Empire
also maintained a stable economy and reached an almost balanced budget, despite having a major deficit following the Napoleonic Wars.[10] Revolutions of 1848[edit] Main article: Revolutions of 1848
Revolutions of 1848
in the Austrian Empire

Battle of Komárom during the Hungarian Revolution, 1849

From March 1848 through November 1849, the Empire
Empire
was threatened by revolutionary movements, most of which were of a nationalist character. Besides that, liberal and even socialist currents resisted the empire's longstanding conservatism. Ultimately, the revolutions failed, in part because the various revolutionaries had conflicting goals. The Bach years[edit] After the death of Prince Felix of Schwarzenberg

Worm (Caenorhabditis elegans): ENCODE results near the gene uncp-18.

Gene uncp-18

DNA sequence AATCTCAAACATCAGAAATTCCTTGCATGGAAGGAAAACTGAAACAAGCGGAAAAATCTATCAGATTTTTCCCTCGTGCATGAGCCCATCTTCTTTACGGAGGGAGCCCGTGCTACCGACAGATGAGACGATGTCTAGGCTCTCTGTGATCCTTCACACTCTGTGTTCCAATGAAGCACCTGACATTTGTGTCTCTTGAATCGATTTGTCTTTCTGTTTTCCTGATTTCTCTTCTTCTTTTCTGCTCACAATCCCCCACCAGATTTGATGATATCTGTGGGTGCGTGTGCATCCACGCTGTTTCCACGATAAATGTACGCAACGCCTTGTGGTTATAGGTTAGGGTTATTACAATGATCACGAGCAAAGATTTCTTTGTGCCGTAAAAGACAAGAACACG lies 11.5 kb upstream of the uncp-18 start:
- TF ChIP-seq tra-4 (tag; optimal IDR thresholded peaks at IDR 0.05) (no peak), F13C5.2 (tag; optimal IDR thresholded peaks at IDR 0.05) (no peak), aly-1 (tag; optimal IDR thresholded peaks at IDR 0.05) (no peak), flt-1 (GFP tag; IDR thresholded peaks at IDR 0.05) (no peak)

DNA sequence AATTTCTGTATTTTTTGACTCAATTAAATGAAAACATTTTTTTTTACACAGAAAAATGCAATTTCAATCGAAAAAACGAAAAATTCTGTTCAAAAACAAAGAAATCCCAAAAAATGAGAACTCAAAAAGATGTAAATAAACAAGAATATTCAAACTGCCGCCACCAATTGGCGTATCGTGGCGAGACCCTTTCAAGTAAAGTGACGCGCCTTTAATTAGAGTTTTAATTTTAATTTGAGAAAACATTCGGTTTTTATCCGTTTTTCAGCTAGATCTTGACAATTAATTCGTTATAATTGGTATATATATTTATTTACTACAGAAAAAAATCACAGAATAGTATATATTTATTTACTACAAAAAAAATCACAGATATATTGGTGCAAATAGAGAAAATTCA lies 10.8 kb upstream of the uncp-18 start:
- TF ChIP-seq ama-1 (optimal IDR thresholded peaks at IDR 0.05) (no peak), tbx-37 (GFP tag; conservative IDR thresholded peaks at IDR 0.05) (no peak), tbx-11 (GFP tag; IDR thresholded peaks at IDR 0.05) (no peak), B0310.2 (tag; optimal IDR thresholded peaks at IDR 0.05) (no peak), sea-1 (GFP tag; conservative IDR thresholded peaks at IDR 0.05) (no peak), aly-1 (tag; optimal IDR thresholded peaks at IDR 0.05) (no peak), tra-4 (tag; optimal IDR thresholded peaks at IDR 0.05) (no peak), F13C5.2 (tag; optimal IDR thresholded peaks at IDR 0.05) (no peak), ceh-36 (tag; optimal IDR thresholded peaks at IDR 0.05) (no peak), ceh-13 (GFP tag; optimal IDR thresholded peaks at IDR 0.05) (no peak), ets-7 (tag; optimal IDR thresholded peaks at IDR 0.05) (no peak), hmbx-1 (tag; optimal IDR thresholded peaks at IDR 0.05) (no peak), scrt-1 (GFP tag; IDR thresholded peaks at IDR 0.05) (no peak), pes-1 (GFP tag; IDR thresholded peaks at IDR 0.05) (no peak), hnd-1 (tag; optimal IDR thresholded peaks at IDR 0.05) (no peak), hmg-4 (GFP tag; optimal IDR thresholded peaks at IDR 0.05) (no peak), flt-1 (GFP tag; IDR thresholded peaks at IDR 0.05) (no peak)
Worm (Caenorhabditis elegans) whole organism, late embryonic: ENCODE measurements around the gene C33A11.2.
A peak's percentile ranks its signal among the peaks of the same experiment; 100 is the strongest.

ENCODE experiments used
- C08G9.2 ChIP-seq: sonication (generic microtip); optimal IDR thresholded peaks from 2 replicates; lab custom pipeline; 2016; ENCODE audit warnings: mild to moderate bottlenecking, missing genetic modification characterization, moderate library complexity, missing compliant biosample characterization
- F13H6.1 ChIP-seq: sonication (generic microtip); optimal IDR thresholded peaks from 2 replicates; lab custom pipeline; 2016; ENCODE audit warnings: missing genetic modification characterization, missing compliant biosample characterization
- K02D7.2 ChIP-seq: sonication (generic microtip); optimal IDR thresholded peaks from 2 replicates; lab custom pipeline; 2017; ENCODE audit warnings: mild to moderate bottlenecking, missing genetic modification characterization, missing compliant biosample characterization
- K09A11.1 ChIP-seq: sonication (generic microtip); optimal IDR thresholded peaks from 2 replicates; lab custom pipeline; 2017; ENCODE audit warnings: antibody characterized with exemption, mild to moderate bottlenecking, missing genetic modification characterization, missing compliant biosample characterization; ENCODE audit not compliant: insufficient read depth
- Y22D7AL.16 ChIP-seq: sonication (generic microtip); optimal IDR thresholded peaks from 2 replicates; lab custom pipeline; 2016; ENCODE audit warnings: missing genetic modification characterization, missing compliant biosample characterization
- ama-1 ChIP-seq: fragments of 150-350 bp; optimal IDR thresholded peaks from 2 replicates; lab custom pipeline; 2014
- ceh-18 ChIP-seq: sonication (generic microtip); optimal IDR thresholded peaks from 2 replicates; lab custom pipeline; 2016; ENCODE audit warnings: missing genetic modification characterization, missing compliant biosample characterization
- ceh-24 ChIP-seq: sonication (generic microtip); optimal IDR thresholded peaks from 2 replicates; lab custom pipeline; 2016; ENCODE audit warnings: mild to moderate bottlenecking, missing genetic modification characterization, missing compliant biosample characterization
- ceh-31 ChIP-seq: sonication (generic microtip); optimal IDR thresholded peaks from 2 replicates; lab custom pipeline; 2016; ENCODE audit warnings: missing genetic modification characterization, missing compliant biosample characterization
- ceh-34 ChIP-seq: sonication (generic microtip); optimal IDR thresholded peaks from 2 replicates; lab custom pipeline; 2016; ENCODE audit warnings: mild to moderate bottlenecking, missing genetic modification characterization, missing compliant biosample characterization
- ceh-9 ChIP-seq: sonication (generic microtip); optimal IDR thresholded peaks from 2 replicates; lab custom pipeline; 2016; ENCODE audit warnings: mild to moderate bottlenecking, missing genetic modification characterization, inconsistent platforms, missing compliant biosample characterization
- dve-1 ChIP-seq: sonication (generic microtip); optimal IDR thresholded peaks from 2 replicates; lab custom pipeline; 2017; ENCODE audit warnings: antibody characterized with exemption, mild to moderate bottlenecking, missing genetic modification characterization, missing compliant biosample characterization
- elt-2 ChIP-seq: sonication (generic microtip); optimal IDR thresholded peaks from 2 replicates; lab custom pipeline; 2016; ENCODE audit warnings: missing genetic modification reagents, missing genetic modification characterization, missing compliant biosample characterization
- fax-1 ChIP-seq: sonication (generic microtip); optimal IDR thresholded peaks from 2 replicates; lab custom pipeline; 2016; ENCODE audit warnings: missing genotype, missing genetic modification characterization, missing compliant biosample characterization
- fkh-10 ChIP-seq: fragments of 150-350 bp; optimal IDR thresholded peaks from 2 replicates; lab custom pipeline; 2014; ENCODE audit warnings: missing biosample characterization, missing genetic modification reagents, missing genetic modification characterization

Prince Felix of Schwarzenberg
in 1852, the Minister of the Interior Baron Alexander von Bach
Baron Alexander von Bach
largely dictated policy in Austria
Austria
and Hungary. Bach centralized administrative authority for the Austrian Empire, but he also endorsed reactionary policies that reduced freedom of the press and abandoned public trials. He later represented the Absolutist (or Klerikalabsolutist) direction, which culminated in the concordat of August 1855 that gave the Roman Catholic Church
Catholic Church
control over education and family life. This period in the history of the Austrian Empire
Empire
would become known as the era of neo-absolutism, or Bach's absolutism.

The Austrian Emperor Franz Joseph among his troops at Solferino, 1859

The pillars of the so-called Bach system (Bachsches System) were, in the words of Adolf Fischhof, four "armies": a standing army of soldiers, a sitting army of office holders, a kneeling army of priests and a fawning army of sneaks.[citation needed] Prisons were full of political prisoners: for example during his administration, Czech nationalist journalist and writer Karel Havlíček Borovský